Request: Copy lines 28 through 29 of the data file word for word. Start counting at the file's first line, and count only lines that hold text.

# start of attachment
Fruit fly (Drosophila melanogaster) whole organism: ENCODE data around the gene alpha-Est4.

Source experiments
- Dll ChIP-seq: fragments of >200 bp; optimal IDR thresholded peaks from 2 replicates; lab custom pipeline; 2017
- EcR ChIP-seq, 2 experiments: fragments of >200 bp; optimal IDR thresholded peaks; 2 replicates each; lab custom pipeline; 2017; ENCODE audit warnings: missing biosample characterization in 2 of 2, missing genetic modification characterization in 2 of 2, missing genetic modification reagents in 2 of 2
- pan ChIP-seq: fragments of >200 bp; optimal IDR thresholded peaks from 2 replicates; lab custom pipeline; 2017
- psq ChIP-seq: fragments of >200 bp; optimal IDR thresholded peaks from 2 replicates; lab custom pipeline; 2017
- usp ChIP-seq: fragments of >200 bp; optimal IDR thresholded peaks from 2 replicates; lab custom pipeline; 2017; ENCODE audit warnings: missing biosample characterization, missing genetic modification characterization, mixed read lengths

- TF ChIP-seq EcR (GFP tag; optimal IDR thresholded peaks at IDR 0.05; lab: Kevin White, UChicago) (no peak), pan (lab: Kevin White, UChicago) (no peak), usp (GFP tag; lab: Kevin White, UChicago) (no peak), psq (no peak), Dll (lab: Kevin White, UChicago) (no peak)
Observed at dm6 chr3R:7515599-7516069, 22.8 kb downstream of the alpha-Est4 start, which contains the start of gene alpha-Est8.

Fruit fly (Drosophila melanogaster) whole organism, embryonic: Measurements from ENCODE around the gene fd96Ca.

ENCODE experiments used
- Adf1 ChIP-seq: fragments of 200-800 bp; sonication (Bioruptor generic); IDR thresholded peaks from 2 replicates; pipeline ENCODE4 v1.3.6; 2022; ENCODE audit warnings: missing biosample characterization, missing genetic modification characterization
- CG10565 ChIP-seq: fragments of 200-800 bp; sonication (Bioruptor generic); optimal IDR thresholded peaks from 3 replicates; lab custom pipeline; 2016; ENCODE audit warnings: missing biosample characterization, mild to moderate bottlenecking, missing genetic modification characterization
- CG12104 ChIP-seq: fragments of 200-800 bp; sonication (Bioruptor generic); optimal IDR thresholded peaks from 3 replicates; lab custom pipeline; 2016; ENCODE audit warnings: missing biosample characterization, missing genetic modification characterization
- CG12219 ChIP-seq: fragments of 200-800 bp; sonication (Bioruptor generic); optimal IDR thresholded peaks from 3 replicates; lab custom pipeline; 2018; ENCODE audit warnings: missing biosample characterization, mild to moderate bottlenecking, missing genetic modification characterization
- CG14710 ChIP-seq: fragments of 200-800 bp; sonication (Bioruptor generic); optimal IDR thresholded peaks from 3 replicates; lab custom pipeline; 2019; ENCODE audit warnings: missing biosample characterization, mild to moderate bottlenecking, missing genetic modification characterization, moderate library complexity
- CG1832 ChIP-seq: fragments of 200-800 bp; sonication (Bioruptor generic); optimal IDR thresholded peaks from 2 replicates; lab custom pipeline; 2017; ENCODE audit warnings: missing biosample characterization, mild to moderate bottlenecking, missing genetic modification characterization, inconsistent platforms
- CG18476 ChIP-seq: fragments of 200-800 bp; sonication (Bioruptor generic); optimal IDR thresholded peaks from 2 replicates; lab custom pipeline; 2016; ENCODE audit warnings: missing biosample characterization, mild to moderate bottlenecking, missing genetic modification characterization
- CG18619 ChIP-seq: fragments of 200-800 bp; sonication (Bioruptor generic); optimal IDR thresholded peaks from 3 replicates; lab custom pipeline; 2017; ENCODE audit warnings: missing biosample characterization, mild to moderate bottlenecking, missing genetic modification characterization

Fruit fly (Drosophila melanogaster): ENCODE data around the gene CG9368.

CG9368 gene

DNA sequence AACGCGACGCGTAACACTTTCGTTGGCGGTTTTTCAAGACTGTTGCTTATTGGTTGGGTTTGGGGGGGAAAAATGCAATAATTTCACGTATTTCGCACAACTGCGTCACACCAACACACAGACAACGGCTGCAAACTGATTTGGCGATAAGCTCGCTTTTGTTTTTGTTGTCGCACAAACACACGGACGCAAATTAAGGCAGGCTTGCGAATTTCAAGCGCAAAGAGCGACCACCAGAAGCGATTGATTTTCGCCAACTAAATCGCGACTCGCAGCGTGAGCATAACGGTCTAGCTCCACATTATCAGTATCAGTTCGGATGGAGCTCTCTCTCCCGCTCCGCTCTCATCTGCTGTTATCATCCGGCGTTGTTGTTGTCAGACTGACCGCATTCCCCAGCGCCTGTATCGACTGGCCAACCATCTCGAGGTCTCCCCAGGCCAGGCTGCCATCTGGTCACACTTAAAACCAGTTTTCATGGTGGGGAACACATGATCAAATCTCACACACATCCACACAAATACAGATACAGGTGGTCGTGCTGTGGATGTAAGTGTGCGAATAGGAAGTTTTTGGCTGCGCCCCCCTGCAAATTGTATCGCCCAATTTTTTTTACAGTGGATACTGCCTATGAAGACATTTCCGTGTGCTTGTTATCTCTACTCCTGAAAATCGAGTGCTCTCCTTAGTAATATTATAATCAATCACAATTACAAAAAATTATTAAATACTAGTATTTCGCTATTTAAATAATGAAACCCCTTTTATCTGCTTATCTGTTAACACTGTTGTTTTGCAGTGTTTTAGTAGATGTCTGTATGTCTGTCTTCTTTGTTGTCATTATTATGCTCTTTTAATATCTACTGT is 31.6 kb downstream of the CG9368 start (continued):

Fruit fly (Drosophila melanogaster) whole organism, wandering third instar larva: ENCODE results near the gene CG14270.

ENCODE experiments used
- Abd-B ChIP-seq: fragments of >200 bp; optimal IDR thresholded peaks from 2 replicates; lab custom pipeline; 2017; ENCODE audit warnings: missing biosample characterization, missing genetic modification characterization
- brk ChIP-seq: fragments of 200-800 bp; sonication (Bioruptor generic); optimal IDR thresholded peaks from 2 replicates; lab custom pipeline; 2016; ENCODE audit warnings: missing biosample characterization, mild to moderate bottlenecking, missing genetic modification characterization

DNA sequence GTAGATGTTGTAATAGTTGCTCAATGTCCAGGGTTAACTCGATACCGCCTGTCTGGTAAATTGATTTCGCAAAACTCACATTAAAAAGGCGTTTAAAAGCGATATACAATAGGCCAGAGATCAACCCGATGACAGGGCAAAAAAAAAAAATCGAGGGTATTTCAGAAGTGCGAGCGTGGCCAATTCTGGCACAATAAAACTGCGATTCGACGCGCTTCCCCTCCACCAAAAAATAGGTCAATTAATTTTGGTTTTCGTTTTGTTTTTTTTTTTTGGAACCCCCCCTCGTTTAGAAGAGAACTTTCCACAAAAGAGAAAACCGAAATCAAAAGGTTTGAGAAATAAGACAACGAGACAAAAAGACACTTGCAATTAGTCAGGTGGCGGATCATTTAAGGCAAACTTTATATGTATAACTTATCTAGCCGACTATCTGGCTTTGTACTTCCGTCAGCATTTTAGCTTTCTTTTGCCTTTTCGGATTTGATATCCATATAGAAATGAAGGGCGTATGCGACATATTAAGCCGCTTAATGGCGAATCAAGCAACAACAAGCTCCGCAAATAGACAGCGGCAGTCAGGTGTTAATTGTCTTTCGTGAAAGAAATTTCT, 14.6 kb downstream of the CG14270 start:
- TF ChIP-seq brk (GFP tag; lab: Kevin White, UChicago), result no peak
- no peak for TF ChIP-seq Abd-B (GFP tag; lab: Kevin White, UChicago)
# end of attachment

- TF ChIP-seq brk (GFP tag; lab: Kevin White, UChicago), result no peak
- no peak for TF ChIP-seq Abd-B (GFP tag; lab: Kevin White, UChicago)